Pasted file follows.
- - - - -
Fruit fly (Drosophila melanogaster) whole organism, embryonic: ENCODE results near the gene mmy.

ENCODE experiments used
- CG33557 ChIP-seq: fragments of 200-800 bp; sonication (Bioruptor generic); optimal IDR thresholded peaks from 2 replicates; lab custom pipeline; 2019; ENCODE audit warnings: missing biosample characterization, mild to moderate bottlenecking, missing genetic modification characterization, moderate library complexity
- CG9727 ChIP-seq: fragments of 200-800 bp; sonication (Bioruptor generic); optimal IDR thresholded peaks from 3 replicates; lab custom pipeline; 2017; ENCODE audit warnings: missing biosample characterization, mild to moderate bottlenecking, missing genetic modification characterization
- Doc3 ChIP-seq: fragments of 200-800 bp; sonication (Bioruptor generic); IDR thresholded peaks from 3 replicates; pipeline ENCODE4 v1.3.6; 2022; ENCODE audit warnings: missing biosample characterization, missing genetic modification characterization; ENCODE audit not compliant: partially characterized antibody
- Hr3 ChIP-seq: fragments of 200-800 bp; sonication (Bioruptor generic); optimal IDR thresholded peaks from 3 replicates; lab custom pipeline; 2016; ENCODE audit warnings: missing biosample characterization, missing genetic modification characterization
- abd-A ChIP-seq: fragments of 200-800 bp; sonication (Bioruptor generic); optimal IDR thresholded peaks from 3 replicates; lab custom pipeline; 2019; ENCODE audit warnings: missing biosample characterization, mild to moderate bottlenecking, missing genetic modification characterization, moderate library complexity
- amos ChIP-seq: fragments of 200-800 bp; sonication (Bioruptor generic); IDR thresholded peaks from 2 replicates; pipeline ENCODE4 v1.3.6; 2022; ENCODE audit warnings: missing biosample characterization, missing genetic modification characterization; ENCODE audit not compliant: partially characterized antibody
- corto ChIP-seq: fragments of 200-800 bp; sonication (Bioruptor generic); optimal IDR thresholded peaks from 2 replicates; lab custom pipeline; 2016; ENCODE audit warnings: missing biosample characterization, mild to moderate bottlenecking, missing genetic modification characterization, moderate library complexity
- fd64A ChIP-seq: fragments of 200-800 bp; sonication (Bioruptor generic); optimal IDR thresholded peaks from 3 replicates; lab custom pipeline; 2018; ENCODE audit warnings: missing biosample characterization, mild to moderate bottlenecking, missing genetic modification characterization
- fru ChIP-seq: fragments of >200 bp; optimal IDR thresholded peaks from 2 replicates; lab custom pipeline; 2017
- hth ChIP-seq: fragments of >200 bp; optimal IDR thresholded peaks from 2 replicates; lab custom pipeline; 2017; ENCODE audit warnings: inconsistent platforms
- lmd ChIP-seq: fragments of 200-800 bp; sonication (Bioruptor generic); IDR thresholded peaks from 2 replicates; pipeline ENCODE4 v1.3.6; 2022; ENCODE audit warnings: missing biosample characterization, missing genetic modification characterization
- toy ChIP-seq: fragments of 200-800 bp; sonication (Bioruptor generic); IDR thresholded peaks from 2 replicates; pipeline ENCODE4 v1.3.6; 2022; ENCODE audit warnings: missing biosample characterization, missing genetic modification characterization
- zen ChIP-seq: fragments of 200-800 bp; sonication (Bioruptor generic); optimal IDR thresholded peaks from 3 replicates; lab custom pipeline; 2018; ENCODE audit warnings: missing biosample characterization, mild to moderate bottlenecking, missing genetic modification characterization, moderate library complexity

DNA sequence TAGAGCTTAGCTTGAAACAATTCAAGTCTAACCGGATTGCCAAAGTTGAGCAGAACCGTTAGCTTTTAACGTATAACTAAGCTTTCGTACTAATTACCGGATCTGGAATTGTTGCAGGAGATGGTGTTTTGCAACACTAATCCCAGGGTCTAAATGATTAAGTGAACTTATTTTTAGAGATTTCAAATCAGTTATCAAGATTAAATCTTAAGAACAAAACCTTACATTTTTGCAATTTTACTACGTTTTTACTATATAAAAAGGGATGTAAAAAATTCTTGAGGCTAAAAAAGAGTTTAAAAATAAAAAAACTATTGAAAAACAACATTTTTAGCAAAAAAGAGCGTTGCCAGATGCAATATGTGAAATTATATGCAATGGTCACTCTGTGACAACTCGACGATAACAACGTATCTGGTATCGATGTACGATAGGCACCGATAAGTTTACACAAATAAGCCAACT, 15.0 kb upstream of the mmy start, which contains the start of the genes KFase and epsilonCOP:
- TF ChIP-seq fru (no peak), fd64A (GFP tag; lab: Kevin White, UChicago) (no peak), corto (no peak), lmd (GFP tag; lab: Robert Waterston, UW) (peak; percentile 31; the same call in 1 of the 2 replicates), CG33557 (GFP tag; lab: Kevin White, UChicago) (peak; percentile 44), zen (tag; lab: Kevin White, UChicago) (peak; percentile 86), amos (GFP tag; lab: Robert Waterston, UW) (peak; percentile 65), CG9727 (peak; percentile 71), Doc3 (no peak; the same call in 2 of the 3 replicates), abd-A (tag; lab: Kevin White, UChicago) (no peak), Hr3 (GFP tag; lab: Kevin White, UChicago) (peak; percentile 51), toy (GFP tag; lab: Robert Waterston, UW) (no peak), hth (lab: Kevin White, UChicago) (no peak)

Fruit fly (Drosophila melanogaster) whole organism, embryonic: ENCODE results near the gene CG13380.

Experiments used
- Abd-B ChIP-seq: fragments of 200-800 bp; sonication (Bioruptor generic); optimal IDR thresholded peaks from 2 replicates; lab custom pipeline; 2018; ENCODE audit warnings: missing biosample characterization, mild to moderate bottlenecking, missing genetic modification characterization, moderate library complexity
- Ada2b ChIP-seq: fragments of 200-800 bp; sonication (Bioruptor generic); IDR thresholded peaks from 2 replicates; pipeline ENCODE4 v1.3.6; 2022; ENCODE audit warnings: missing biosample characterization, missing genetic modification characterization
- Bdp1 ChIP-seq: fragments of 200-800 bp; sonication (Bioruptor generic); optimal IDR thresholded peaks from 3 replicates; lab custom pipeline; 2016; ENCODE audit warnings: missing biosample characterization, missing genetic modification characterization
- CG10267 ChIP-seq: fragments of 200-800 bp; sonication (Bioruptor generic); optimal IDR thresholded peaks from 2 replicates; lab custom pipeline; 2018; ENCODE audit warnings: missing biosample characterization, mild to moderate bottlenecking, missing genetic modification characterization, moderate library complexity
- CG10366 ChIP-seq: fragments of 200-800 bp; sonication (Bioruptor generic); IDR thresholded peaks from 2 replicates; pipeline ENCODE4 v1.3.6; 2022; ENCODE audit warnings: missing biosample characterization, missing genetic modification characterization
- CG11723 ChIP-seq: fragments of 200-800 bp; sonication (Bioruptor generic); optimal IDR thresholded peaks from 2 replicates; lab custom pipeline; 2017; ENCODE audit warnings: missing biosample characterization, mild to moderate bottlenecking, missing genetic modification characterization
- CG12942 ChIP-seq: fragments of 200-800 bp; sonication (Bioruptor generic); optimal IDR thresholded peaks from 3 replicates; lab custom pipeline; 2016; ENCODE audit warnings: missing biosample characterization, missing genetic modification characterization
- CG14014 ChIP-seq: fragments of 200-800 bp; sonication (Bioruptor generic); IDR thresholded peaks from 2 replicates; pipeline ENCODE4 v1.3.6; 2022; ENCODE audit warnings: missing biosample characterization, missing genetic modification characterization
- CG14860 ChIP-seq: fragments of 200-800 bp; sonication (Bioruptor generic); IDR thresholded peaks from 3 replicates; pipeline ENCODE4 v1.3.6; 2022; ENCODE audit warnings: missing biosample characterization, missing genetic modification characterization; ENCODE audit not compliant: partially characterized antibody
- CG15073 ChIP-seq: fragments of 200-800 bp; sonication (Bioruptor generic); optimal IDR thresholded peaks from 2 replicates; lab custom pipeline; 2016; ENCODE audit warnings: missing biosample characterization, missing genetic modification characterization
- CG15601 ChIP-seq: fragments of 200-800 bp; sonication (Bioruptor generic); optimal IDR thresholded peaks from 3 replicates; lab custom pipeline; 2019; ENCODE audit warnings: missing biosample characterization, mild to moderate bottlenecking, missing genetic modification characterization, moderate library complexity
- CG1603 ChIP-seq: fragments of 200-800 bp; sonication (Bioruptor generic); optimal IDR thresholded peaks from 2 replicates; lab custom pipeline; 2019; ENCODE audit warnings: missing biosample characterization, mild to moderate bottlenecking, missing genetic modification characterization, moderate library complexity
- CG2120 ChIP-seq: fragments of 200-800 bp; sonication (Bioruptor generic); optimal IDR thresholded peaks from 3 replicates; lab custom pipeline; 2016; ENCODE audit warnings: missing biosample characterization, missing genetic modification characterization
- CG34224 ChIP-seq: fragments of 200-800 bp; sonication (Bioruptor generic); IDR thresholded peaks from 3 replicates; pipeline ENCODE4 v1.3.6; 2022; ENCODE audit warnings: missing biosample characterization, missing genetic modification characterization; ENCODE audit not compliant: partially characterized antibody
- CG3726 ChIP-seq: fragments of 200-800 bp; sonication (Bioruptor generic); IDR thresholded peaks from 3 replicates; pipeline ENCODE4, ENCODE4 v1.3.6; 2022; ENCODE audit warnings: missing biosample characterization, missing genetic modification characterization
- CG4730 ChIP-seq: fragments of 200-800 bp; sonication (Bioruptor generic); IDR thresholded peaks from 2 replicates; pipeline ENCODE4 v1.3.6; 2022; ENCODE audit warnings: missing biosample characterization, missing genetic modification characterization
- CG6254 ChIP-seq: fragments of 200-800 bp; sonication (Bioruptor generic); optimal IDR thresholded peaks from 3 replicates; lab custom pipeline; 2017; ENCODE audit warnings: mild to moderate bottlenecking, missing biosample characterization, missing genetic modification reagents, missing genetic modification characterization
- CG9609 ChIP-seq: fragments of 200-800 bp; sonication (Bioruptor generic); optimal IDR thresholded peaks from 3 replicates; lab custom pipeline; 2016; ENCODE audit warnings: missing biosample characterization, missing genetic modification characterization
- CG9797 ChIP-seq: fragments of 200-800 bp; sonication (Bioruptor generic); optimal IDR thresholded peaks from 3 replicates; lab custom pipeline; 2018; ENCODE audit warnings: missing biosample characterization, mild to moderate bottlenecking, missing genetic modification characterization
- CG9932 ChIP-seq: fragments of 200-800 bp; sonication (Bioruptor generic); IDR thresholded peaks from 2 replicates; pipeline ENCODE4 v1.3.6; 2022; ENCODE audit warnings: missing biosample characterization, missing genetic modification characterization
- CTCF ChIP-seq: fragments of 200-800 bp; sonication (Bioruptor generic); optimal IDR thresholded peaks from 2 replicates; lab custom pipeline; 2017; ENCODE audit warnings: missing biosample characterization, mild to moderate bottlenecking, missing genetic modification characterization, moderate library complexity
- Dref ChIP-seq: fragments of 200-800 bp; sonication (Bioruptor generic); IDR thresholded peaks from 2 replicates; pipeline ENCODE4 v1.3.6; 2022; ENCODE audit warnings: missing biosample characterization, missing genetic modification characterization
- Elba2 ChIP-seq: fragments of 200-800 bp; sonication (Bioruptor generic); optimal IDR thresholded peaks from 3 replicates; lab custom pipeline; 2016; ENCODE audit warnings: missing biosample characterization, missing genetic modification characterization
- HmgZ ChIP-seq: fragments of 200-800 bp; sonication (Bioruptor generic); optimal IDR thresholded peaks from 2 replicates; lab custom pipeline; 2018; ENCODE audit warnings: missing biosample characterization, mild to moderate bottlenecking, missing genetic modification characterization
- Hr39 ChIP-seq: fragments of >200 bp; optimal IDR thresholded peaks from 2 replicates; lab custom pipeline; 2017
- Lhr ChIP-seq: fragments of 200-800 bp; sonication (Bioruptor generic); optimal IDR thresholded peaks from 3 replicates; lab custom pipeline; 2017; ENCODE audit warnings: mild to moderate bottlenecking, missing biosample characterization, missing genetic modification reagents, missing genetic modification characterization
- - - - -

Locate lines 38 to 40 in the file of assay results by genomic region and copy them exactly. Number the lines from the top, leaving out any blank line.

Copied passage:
- CG9797 ChIP-seq: fragments of 200-800 bp; sonication (Bioruptor generic); optimal IDR thresholded peaks from 3 replicates; lab custom pipeline; 2018; ENCODE audit warnings: missing biosample characterization, mild to moderate bottlenecking, missing genetic modification characterization
- CG9932 ChIP-seq: fragments of 200-800 bp; sonication (Bioruptor generic); IDR thresholded peaks from 2 replicates; pipeline ENCODE4 v1.3.6; 2022; ENCODE audit warnings: missing biosample characterization, missing genetic modification characterization
- CTCF ChIP-seq: fragments of 200-800 bp; sonication (Bioruptor generic); optimal IDR thresholded peaks from 2 replicates; lab custom pipeline; 2017; ENCODE audit warnings: missing biosample characterization, mild to moderate bottlenecking, missing genetic modification characterization, moderate library complexity